News World Subpoena for Ukraine documents escalates Trump impeachment inquiry

Subpoena for Ukraine documents escalates Trump impeachment inquiry

A White House letter vowing to defy the impeachment inquiry into US President Donald Trump is likely to help the investigation, Democrats say. Photo: Getty
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The impeachment of US President Donald Trump has become more likely after the House Democrats issued a subpoena to the White House asking for documents related to Ukraine.

This is the first time the inquiry has reached directly into the White House. But, though Mr Trump has in recent days been becoming increasingly agitated, he remained defiant on Saturday, warning the Democrats would pay a “tremendous price at the polls”.

Meanwhile, in another sign a CIA whistleblower’s complaint is credible, The New York Times reported that a second intelligence officer may be about to lift the lid on their knowledge of Trump’s dealings with Ukraine.

For months the Democrats have bickered about the political dangers of impeaching the president – but following the high-level whistleblower’s complaint, it has become a compelling moral issue that can’t be talked away, regardless of the ballot-box consequences.

The subpoena, filed on Friday (US time), includes a request for documents and communications connected to:

  • Mr Trump’s phone call on July 25 with Ukrainian President Volodymyr Zelensky
  • The stalling of foreign aid to Ukraine
  • Efforts by Mr Trump’s lawyer Rudy Giuliani to pressure the Ukrainians to investigate former vice-president Joe Biden and his son, Hunter, who was appointed to the board of Burisma energy company and received $50,000 (US) a month while his father was overseeing the Obama White House’s Ukraine policies

“We deeply regret that President Trump has put us – and the nation – in this position, but his actions have left us with no choice but to issue this subpoena,” the Democrats wrote in a letter to the White House.

The Trump administration has blasted the impeachment inquiry as nothing more than a costly stunt by the Democrats and has refused to cooperate with the investigation.

“This subpoena changes nothing – just more document requests, wasted time, and taxpayer dollars that will ultimately show the President did nothing wrong,” press secretary Stephanie Grisham said in a statement.

“The Do Nothing Democrats can continue with their kangaroo court while the President and his Administration will continue to work on behalf of the American people.”

Most Republicans have remained tight-lipped about the Ukraine allegations, but others such as Senator Mitt Romney have called out Mr Trump’s behaviour as “wrong”.

Why the interest in Mr Trump’s talks with Ukraine?

During his July phone call with Mr Zelenskiy, Mr Trump allegedly asked the Ukrainian government to dig up dirt on Democrat Joe Biden, his potential rival for the White House in the 2020 election, as well as Biden’s son, Hunter.

The president reportedly also asked the Ukrainians to look into a Fox News conspiracy theory that suggested Ukraine, not Russia, was behind foreign tampering in the 2016 election.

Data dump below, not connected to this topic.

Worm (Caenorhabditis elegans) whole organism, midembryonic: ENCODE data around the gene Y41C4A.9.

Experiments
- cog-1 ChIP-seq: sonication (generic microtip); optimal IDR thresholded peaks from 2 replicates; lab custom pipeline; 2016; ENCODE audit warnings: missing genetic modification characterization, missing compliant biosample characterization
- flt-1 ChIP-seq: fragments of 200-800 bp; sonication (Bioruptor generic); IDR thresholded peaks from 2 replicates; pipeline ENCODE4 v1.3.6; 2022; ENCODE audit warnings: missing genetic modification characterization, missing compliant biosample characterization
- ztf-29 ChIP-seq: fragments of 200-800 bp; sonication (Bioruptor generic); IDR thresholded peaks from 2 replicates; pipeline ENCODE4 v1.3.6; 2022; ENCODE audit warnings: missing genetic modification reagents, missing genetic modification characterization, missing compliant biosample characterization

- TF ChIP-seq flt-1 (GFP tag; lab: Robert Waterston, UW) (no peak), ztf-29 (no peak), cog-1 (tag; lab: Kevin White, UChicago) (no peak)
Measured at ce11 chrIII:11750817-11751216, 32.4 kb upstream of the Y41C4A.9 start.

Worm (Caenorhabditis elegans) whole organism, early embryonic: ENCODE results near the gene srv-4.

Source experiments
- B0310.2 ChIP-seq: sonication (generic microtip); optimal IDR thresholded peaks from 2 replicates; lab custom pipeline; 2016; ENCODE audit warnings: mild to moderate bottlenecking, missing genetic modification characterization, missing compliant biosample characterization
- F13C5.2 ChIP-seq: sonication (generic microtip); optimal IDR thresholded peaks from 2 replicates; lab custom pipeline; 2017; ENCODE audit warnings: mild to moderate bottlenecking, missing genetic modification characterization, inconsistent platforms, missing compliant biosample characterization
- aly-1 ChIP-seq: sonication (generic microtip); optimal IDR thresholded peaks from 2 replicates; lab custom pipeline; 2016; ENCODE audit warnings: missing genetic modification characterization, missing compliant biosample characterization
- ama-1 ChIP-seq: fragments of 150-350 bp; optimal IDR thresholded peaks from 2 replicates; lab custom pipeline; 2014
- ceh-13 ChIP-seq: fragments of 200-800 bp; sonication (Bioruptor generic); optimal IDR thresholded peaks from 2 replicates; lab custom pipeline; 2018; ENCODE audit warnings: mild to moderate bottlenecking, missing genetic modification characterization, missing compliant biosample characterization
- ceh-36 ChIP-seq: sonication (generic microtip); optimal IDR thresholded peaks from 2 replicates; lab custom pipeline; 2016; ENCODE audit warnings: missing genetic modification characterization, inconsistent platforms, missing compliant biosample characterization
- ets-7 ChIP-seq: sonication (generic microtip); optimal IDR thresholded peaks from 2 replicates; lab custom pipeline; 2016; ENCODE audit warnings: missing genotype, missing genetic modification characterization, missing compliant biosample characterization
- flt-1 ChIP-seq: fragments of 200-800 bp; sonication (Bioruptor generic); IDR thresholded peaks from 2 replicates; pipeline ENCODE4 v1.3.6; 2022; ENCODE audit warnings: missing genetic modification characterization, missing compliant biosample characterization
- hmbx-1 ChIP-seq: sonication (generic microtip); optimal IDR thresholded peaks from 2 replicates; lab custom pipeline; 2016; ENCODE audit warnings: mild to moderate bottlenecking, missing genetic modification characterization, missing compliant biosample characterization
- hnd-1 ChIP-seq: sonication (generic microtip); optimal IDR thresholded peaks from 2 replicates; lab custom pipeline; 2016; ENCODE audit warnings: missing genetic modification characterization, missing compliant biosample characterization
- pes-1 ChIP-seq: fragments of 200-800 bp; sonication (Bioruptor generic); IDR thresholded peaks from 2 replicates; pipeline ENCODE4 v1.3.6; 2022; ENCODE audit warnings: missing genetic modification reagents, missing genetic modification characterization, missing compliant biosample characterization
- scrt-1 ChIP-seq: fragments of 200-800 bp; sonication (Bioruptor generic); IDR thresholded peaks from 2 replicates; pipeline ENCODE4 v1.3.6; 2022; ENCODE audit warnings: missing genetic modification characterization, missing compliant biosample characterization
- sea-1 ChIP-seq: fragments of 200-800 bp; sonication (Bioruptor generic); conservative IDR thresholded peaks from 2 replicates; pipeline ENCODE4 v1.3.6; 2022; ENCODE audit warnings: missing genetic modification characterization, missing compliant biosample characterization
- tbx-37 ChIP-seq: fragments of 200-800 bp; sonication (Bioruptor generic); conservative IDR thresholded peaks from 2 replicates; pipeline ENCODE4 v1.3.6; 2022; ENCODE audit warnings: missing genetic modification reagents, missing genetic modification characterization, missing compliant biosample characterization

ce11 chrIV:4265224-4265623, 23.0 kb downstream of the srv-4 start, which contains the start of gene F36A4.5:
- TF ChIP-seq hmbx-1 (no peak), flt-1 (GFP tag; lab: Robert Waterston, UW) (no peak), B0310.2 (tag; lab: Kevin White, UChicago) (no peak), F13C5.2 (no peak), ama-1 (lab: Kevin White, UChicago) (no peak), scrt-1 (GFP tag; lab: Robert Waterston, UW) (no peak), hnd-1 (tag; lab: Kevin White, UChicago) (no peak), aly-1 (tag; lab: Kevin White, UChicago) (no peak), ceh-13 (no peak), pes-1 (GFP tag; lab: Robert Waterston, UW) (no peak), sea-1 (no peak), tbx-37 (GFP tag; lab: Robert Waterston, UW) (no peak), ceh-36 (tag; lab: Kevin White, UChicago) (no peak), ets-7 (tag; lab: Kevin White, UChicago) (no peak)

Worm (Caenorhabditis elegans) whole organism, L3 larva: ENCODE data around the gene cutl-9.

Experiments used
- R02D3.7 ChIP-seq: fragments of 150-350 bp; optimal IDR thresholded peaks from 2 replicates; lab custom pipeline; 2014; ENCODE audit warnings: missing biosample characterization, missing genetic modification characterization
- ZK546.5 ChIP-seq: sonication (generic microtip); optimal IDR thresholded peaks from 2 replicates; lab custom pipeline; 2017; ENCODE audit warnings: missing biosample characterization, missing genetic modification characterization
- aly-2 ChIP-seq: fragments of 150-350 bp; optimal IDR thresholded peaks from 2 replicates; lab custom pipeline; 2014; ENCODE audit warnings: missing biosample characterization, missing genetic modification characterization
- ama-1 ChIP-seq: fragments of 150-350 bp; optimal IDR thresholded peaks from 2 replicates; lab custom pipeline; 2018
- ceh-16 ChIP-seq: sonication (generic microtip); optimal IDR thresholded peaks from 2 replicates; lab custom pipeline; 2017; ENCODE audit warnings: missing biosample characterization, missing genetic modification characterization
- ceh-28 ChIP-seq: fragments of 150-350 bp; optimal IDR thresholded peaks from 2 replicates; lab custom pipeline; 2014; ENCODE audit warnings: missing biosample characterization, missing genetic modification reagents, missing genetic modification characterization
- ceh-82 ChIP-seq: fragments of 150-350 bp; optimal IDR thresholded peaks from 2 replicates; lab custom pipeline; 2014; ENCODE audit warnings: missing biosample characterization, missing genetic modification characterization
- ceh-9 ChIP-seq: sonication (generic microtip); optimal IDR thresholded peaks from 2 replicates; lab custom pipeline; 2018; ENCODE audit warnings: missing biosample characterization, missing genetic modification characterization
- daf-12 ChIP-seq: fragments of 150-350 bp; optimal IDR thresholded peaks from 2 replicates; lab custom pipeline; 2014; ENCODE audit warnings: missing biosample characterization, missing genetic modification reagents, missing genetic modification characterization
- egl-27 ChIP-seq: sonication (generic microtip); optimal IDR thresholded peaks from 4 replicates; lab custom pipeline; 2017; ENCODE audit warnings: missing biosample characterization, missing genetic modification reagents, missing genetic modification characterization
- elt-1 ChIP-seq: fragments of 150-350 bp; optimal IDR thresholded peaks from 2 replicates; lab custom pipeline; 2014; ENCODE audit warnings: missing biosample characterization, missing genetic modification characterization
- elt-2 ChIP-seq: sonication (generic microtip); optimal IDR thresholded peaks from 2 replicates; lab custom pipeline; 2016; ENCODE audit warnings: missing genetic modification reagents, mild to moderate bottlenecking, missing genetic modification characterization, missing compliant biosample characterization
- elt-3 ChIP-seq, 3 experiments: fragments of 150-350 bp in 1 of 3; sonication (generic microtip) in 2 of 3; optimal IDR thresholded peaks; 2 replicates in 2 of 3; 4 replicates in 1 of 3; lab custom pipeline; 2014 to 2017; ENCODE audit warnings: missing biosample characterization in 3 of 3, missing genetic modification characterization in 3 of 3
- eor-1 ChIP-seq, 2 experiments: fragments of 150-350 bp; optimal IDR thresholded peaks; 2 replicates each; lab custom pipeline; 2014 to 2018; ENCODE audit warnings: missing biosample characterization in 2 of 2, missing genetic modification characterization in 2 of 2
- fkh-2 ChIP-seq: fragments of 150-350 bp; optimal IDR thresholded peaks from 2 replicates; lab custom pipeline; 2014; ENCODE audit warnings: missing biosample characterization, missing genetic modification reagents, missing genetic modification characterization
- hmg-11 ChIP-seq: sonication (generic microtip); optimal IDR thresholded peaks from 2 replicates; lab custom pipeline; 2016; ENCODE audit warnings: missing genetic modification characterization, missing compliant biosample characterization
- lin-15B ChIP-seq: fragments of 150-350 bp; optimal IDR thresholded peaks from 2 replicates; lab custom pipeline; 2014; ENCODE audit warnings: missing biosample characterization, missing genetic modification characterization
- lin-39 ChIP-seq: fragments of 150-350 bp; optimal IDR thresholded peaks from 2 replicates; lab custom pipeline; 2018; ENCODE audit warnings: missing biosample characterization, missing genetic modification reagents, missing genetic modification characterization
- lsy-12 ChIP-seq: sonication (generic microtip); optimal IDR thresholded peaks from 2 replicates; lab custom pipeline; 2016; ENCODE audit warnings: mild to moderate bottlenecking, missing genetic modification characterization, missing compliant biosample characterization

Mr Trump suggested Ukraine ‘look into’ Mr Biden and his son Hunter (L), pictured in April at a World Food program award ceremony in Washington. Photo: Getty

It has also been reported Mr Trump framed the requests as a “favour” after reminding Mr Zelenskiy “the United States (had) been very, very good to Ukraine”.

At the time of the phone call, Mr Trump had suspended hundreds of millions of dollars in military aid approved by Congress for Ukraine to defend itself against Russia.

What are the chances Mr Trump will be impeached?

At this stage, the matter is just an inquiry, but as the evidence mounts it becomes ever more possible that Mr Trump will be impeached and formally charged.

But even if he does get impeached, it is unlikely he will be removed from office.

Only two US presidents have been successfully impeached – Bill Clinton and Andrew Johnson – and neither of them was removed from office.

Richard Nixon faced impeachment for possible obstruction of justice over the Watergate scandal, but he resigned before the House could vote.

If the House of Representatives do vote to impeach Mr Trump, the indictment will then move to the Republican-dominated Senate, which has the power to remove Mr Trump from office if more than two-thirds of them agree to do so, in a hearing chaired by the chief justice.

It is unlikely senators will act to impeach Mr Trump without fierce public pressure.

Senate Majority Leader Mitch McConnell and his fellow Republican senators have tried hard to stonewall attacks on the president.

“If this is the ‘launching point’ for House Democrats’ impeachment process, they’ve already overplayed their hand,” Senator McConnell said in a statement to Politico.

However, Senator McConnell, one of the canniest and toughest operators on Capitol Hill, also told CNBC that he would have “no choice” under Senate rules but to take up impeachment if the House votes to charge Mr Trump.

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